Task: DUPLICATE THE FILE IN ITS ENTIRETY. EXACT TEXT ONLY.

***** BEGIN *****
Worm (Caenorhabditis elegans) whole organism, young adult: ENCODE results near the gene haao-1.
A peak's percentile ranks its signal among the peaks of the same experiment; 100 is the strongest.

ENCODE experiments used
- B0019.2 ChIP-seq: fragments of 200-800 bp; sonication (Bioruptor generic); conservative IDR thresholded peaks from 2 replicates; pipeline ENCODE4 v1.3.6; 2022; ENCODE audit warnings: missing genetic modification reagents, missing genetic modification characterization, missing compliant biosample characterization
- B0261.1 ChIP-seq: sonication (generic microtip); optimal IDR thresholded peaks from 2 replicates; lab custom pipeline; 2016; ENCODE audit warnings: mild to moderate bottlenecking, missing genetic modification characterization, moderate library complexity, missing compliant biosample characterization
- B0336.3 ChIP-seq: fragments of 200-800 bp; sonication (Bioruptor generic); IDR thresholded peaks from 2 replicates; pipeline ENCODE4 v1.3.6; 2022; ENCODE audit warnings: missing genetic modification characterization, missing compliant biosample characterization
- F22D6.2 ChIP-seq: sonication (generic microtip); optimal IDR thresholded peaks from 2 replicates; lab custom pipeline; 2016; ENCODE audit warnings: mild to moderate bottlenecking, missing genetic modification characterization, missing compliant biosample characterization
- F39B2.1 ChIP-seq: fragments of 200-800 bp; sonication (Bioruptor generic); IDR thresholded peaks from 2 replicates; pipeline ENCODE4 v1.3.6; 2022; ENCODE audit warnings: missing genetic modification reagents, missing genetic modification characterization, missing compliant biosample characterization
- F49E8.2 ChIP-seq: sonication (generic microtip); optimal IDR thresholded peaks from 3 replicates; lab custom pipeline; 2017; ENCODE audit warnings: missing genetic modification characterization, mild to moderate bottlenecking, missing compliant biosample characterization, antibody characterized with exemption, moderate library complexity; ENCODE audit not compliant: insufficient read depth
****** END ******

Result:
Worm (Caenorhabditis elegans) whole organism, young adult: ENCODE results near the gene haao-1.
A peak's percentile ranks its signal among the peaks of the same experiment; 100 is the strongest.

ENCODE experiments used
- B0019.2 ChIP-seq: fragments of 200-800 bp; sonication (Bioruptor generic); conservative IDR thresholded peaks from 2 replicates; pipeline ENCODE4 v1.3.6; 2022; ENCODE audit warnings: missing genetic modification reagents, missing genetic modification characterization, missing compliant biosample characterization
- B0261.1 ChIP-seq: sonication (generic microtip); optimal IDR thresholded peaks from 2 replicates; lab custom pipeline; 2016; ENCODE audit warnings: mild to moderate bottlenecking, missing genetic modification characterization, moderate library complexity, missing compliant biosample characterization
- B0336.3 ChIP-seq: fragments of 200-800 bp; sonication (Bioruptor generic); IDR thresholded peaks from 2 replicates; pipeline ENCODE4 v1.3.6; 2022; ENCODE audit warnings: missing genetic modification characterization, missing compliant biosample characterization
- F22D6.2 ChIP-seq: sonication (generic microtip); optimal IDR thresholded peaks from 2 replicates; lab custom pipeline; 2016; ENCODE audit warnings: mild to moderate bottlenecking, missing genetic modification characterization, missing compliant biosample characterization
- F39B2.1 ChIP-seq: fragments of 200-800 bp; sonication (Bioruptor generic); IDR thresholded peaks from 2 replicates; pipeline ENCODE4 v1.3.6; 2022; ENCODE audit warnings: missing genetic modification reagents, missing genetic modification characterization, missing compliant biosample characterization
- F49E8.2 ChIP-seq: sonication (generic microtip); optimal IDR thresholded peaks from 3 replicates; lab custom pipeline; 2017; ENCODE audit warnings: missing genetic modification characterization, mild to moderate bottlenecking, missing compliant biosample characterization, antibody characterized with exemption, moderate library complexity; ENCODE audit not compliant: insufficient read depth